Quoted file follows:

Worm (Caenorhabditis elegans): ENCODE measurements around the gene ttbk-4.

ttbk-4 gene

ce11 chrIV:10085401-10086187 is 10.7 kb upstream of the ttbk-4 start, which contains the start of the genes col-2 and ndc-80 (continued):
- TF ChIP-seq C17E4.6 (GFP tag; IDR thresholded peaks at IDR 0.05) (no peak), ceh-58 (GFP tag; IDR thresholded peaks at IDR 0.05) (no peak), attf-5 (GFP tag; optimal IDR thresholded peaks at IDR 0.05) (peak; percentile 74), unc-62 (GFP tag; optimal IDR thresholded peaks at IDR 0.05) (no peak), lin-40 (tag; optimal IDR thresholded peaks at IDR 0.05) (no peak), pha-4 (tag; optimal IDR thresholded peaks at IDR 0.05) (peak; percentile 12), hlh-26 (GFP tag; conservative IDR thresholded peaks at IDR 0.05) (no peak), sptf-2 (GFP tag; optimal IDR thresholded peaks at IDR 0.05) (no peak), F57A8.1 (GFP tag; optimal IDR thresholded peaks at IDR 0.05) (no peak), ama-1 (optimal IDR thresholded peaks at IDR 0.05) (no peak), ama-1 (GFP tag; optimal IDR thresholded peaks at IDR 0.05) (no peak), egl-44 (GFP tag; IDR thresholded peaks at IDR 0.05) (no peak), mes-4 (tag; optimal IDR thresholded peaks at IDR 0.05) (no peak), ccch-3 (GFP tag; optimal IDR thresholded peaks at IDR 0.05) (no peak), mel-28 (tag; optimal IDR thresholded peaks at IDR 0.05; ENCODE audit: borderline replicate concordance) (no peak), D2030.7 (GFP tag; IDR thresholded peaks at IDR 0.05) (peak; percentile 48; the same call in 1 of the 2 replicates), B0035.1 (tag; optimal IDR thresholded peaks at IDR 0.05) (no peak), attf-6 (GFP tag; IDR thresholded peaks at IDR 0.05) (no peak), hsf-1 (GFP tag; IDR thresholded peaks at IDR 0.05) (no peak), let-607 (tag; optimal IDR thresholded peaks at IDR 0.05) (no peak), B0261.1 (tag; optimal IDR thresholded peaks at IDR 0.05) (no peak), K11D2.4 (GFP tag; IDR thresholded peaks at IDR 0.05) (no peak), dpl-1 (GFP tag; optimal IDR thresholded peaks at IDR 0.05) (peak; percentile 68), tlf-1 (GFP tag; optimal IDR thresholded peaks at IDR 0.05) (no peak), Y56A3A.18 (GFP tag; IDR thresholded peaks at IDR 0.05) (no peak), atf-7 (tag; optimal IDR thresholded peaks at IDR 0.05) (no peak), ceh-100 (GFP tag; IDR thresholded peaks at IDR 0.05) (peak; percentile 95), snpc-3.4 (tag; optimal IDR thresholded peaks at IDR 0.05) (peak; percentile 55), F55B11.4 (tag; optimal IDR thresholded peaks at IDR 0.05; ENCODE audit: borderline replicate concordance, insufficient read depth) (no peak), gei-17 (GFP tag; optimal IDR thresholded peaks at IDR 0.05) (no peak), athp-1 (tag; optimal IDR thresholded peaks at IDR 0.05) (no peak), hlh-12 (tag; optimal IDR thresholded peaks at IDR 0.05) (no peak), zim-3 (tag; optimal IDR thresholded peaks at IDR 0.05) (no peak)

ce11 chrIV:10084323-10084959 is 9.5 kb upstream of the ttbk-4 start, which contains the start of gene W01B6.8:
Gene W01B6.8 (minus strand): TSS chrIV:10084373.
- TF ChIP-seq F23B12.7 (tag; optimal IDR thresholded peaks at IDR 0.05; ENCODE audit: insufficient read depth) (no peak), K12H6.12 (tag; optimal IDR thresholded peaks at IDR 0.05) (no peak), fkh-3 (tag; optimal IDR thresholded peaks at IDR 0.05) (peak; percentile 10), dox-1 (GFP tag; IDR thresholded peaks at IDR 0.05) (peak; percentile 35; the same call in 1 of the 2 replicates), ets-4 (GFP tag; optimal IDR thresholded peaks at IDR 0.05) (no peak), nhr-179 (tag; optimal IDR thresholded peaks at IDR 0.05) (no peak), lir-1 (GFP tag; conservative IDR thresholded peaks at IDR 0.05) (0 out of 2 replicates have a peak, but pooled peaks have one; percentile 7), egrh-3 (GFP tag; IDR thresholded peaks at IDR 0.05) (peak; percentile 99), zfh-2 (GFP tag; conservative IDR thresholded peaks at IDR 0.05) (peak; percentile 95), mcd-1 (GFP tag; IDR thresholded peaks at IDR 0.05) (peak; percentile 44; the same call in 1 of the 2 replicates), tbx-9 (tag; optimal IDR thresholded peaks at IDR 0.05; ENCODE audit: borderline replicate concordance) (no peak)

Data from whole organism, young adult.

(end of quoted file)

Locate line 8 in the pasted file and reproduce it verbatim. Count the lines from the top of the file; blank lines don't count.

Data from whole organism, young adult.